Six, a footnote

On closer inspection, it turns out I have photos of more than half of the plants in area 6. Of the eighteen I have illustrations for there are issues around nine, so area six is going to be problematic for a while yet. I have put my notes about these issues under the tab for Area six.


There are a few areas which I have been putting off tackling and area 6 is one. It must be one of the oldest parts of the collection and the large bushes were cut back hard about four years ago. They are only just getting back to flowering freely so there has been very little to photograph since they were pruned.

It is a very steep section and slippery underfoot. An earlier reccie had established that there was a mismatch between the plan I had and what was on the ground, so this week I surveyed it and redrew the map. I have uploaded it under its own tab.

There are a few flowers opening in the section but it’s early days for most of them. One that is blooming is ‘Tricolor Nova’, supposedly the only plant in the collection. It looked familiar and I have concluded that it is the same as one of the two varieties planted together at 1G-057 and labelled ‘La Pace Rubra’.


‘La Pace Rubra’, allegedly, and ‘Tricolor Nova’


Another variety with some blooms open was ‘Madame de Strekaloff’. As is the case with ‘Tricolor Nova’, it is difficult to reconcile the description in the register with the blooms on these plants. The descriptions are from documents dated soon after the introduction of the two varieties in the mid 19th century. Might the plant have changed over time? ‘Madame de Strekaloff’ is of Italian origin, ‘Tricolor Nova’ Belgian. How much difference in flower form might a much more maritime climate make? How accurate were the descriptions in the first place? We are familiar with catalogues exaggerating the merits of plants today; back then there was no Trade Descriptions Act.


Camellia ‘Madame de Strekaloff’

Ultimately, from the conservation point of view, the first task is to secure the variety in cultivation. If it proves impossible to be certain that a name is correct then it is just as impossible to prove that it is not, so unless it is being used for another variety it may as well be let stand. If confusion is going to arise then it should perhaps be given a new name and a full description of the plant be lodged somewhere as a point of reference henceforth.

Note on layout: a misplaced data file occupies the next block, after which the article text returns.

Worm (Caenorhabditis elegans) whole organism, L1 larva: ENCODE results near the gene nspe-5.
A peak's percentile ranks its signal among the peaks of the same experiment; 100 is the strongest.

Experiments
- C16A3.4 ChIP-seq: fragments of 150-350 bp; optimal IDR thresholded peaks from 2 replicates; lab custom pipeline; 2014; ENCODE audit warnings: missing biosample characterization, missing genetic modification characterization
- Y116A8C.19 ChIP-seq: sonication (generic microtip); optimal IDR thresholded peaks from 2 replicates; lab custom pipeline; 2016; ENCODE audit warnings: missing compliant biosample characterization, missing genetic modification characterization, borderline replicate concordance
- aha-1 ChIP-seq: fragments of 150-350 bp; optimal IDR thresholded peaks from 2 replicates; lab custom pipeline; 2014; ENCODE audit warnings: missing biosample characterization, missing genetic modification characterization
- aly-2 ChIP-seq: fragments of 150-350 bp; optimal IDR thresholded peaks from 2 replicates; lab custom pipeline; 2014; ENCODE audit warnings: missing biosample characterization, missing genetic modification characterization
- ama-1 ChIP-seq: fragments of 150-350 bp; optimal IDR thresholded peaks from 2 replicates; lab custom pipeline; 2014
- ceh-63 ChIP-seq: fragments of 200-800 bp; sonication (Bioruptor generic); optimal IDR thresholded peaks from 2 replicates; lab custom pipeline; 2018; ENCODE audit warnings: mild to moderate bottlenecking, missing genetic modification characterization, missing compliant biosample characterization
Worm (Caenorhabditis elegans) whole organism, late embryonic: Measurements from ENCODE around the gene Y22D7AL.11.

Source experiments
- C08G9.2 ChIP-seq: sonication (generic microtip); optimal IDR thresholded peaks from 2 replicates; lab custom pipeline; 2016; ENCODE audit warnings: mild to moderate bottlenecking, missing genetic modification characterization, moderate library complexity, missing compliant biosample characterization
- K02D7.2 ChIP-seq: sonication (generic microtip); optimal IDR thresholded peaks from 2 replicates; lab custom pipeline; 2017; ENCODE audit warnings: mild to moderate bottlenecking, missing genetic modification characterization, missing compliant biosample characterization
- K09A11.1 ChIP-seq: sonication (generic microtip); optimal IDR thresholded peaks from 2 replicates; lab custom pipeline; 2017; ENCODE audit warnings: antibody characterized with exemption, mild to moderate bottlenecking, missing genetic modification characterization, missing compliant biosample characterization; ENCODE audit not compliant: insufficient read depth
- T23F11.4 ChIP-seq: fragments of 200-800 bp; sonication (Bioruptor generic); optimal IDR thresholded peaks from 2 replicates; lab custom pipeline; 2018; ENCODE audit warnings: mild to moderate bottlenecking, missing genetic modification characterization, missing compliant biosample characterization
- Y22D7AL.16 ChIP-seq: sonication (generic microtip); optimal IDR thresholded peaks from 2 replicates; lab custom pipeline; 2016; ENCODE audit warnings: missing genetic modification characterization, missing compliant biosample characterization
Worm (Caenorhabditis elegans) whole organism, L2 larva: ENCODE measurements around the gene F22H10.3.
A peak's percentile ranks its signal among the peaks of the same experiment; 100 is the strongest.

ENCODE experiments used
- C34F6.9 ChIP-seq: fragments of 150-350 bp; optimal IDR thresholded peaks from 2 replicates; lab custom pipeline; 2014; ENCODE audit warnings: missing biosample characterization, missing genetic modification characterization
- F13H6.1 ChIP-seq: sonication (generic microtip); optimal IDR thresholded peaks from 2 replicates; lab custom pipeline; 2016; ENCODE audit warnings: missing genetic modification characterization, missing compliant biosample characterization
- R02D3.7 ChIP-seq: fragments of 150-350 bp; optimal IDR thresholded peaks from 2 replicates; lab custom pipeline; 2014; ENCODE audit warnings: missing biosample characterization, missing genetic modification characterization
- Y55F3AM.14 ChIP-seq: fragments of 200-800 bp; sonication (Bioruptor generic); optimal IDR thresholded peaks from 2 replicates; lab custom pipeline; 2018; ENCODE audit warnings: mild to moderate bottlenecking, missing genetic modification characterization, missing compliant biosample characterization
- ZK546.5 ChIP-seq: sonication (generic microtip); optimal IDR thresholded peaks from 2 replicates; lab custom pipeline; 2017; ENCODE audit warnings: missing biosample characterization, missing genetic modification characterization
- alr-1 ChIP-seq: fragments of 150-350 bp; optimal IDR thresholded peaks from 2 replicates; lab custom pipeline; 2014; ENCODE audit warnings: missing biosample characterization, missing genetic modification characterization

New Year, same objective

It’s nearly three weeks since I was up at Mt Edgcumbe: Christmas, New Year and a terrible cold are now history. The forecast was for rain all day, I set out with misgivings.

It stayed dry and there was much to see. The sasanquas have finished with the exception of ‘Gay Sue’. Some of Dr Ackerman’s hybrids were still going and there were a few blooms on a couple of hiemalis varieties.


I just posted this picture on Twitter; of nearly all the camellias I photographed on Tuesday. My aim this spring is to get photographs of everything in the collection that produces a bloom and to attempt to verify that they are correctly named. It is in the nature of the task that it is relatively easy to say that a name is wrong, much more difficult to correct it.

I haven’t checked all of them yet but I have a problem with four already.


Camellia ‘Angela Cocchi’

‘Angela Cocchi’ is described in the Register as formal double or rose form, white with red spots and stripes.


Camellia ‘Eric Baker’

‘Eric Baker’ was manager at Duchy of Cornwall Nursery and on the occasion of his retirement the unregistered ‘Trewithen White’ was renamed ‘Eric Baker’ and a plant of it presented to him. It is fully double, with no stamens showing.


Camellia pitardii

The species Camellia pitardii has a single flower whereas this is semi-double.


Camellia ‘Cornish Snow’

This bush is labelled Camellia ‘Cornish Snow Winton’, which is an invalid name confusing two varieties. ‘Winton’ has a pink blush, especially on the buds. This is ‘Cornish Snow’. Both are C.cuspidata x C.saluenensis crosses.


Putting on the best show in the collection were the two sasanqua x reticulata crosses ‘Flower Girl’ and ‘Show Girl’. The parentage of both is the same, C.sasanqua ‘Narumigata’ x C.reticulata ‘Damanao’ and both were raised by Howard Asper. They are quite similar, with


‘Flower Girl’ and ‘Show Girl’

‘Show Girl’ having slightly larger flowers 11-12cm across. ‘Flower Girl’ is a stronger colour, particularly toward the centre.

Also performing well were two of the early Caerhays williamsii crosses, ‘St Ewe’ and ‘Mary Christian’; plus ‘Bow Bells’, a similar variety raised by W.J. Marchant.


Camellia x williamsii ‘St Ewe’

This tree of ‘St Ewe’ is around 5m tall and was one of a few in English Section 2B that was not hard pruned in spring 2016. It is a fine sight from further up the hill but the main path is way below it and is hard to see it well against the sky.

Some of the japonica varieties that had been starting to open three weeks ago were in full flow. ‘Gloire de Nantes’ is pink, ‘Nobilissima and ‘Campsii Alba’ white. The whites are looking remarkably good, we have had almost no frost and very little wind to damage the blooms.

Many others were starting to open and sporting a few blooms, some more than others. The enigma that is ‘Peter Betteley’ remains unresolved. I am amassing pictures of the two bushes, hoping for some killer detail to emerge that clearly distinguishes what I suspect to be sister seedlings.


Camellia ‘Peter Betteley’ No 1



Camellia ‘Peter Betteley’ No 2

‘Merry Christmas’ is one of a number of single reds now in flower and I had mentally tagged as “just another”; today I noticed it has an occasional white edge, in the manner of ‘Tama no ura’.



Camellia japonica ‘Merry Christmas’